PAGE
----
In Review: Han Solo: Imperial Cadet #2

Two issues in and I want all involved with this book on the monthly adventures of young Han Solo.

The covers: Just a pair of covers to get if you’re a fan of the galaxy’s most famous Corellian. Regular David Nakayama is the artist of the Regular cover which shows Han behind bars, looking at the reader as if knowing that the prisoner behind him is about to bash his head in. Great likeness by Nakayama of actor Alden Ehrenreich, with the look on his face perfection. I love this cover. The Variant cover is by Marcos Martin and features an incredible action scene of Han trying to enter a falling TIE Fighter. As the vehicle looks to plummeting  to certain doom the suicidal smuggler-to-be has popped the canopy open and is trying to gain entrance, while someone is trying to blow him out of the sky, as shown by the barrage of green laser blasts screaming around him. Great action that shows an impossible feat that only Han could accomplish. The violet background makes the green fire look great, but the TIE’s coloring makes it blob up. Overall grades: Regular A+ and Variant B

The story: The Regular cover shows the reader how this chapter begins: Han is in prison. His door is opened and he tries to tell his unseen visitors that he has a really good explanation for what happened (last issue). In fact, “I’ve learned a valuable lesson for the last fourteen, fifteen days in this lovely prison cell. So what do you say we just shake hands and part company as friends?” The five troopers raise their blasters to execute the cadet and Han drops his head muttering, “I’m sorry, Qi’ra.” That’s when someone else enters the room and his luck changes. He’s asked a question that creates three (fantastic) flashbacks, but he gives an unsatisfactory answer, yet he has a skill the Empire needs. He’s placed back into training and instantly finds himself in trouble again, though Lyttan and Tamu Dreee take a liking to him. Robbie Thompson’s story demonstrates why Han will never be Empire material, were it not for his one particular talent. The other cadets’ personalities are building well, with those that want to work with him and those that want to see him dead. The big action sequence at the end of the book summarizes Han’s character perfectly. We’re only two issues into this series and I want to see Thompson writing a monthly series that focuses on Han’s youthful exploits. Overall grade: A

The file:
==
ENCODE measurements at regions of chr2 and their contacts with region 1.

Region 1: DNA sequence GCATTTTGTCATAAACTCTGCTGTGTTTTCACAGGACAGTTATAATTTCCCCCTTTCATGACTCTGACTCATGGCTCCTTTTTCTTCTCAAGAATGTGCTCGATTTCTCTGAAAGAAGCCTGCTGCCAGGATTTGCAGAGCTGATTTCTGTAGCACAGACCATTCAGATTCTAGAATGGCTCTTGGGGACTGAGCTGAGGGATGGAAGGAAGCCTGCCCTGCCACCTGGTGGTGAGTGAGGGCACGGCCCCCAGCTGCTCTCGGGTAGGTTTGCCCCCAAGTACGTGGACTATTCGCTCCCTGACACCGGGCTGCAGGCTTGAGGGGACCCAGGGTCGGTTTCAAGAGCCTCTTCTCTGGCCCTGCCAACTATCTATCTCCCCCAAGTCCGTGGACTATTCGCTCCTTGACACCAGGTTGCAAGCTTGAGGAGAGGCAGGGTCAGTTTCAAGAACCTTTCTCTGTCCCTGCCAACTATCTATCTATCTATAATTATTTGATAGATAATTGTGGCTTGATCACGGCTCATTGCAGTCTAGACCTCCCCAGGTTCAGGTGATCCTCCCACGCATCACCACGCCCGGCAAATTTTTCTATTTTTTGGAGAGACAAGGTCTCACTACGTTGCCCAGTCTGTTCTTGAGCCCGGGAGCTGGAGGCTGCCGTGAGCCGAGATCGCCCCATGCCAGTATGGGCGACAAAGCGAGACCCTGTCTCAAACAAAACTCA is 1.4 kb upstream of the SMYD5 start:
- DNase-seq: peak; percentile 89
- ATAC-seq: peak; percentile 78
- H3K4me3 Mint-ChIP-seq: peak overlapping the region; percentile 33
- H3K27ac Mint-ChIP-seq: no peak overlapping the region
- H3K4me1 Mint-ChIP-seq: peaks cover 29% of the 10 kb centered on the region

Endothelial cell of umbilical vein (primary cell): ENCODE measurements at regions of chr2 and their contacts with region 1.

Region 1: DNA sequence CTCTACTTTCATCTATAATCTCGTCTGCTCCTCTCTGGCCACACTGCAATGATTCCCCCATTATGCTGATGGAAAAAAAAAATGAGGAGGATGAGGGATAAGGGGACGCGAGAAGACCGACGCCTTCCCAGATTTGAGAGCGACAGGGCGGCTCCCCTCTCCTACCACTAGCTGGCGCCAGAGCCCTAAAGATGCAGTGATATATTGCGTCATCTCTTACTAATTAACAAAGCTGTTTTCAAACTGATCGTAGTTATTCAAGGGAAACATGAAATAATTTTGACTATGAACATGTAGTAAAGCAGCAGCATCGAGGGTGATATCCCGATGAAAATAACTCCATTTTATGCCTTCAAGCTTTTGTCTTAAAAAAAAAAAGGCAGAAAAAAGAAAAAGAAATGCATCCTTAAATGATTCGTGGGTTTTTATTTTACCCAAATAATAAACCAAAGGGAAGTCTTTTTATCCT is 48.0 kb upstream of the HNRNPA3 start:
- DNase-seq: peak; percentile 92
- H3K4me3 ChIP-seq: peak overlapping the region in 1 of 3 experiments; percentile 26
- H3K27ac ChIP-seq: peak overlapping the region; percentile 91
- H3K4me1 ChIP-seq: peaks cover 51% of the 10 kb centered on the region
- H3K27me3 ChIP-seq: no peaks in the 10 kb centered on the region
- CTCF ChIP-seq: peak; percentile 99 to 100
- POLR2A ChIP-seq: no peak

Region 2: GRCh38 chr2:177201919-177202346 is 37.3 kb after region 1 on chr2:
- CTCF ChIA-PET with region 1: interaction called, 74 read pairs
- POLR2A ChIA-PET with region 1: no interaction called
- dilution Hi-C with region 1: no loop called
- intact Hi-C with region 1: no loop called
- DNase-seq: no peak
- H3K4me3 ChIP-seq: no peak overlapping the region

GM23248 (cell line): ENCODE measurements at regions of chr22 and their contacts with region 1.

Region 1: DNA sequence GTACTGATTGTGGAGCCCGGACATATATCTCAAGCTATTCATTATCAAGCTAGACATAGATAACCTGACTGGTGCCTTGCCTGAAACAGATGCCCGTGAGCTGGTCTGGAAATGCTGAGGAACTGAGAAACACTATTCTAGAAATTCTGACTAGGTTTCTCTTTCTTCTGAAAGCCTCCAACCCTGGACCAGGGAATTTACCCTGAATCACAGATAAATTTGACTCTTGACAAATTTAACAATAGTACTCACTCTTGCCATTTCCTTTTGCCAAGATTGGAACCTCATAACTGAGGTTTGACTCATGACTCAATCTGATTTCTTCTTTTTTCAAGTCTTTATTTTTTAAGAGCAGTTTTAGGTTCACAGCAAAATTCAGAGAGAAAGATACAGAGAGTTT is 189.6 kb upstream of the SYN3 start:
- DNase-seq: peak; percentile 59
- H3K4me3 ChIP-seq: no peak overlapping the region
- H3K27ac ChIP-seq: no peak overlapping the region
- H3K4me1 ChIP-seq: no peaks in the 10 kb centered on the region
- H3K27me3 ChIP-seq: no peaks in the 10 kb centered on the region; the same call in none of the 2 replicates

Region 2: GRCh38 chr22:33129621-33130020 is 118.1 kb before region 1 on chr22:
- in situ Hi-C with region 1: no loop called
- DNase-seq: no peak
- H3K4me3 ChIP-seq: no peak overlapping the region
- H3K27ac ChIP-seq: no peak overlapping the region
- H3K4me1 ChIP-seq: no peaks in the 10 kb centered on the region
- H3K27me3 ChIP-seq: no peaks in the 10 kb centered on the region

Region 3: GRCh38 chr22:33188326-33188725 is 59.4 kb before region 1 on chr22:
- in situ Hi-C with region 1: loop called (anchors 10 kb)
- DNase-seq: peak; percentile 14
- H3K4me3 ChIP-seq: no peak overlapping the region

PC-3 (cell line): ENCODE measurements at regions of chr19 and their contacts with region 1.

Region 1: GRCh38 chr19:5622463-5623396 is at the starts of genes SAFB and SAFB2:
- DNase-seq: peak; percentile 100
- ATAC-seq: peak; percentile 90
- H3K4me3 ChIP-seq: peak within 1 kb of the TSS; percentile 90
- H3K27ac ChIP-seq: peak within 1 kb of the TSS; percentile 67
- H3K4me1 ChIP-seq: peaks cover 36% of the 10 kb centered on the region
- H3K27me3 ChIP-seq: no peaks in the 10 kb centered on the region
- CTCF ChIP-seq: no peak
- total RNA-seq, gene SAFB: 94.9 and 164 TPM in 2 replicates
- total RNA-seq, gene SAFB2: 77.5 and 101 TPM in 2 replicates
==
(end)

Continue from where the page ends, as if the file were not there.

The art: The first page of his issue is composed of four panels that have terrific shadow work on Han in his cell. These shadows visual establish where Han is without the text revealing it. The second panel’s shadows show the door opening and the close up of Han shows he’s not in a great state. The bottom panel pulls in closer to the cadet who is now partially covered by the shadows of those that have entered the cell. Leonard Kirk is telling much of this story with his visuals right from the start. The soldiers who are going to shoot him look ominous, while the inserted small panels of Han wonderfully show how he can go from cocky to lost in seconds. The entrance of the dominant character at the bottom of the page looks great and the second panel on Page 3 is explosive. The trio of flashbacks that are read going from Page 4 to 5 are outstanding, with the visuals in the middle fantastic. I like that the dominant character on 6 has an expression that doesn’t change: this is the face of the Empire. I love the action on 8, with that last panel showing how Han fights. How could any reader resist the smile in the fifth panel on 9? Page 11 contains four different locations and training exercises that Han endures, all of which show the reader what a cadet has to go through to wear the white helmet. I loved how each teased without explaining, in the visuals or texts, why they were necessary. Pages 12 and 13 contain seven images drawn at different angles and sizes to increase the tension of the action that’s being shown and they look fantastic; Han’s face on 12 is outstanding. The issue’s climatic action sequence begins on 14 and if anyone is a fan of TIEs in action, they will be in seven heaven with these visuals. The facially immobile dominant character shows a slight emotion on the final page, while the final panel is a wonderful visual bookend with the first page. Seriously, someone get Kirk on a monthly young Han Solo book as soon as possible! Overall grade: A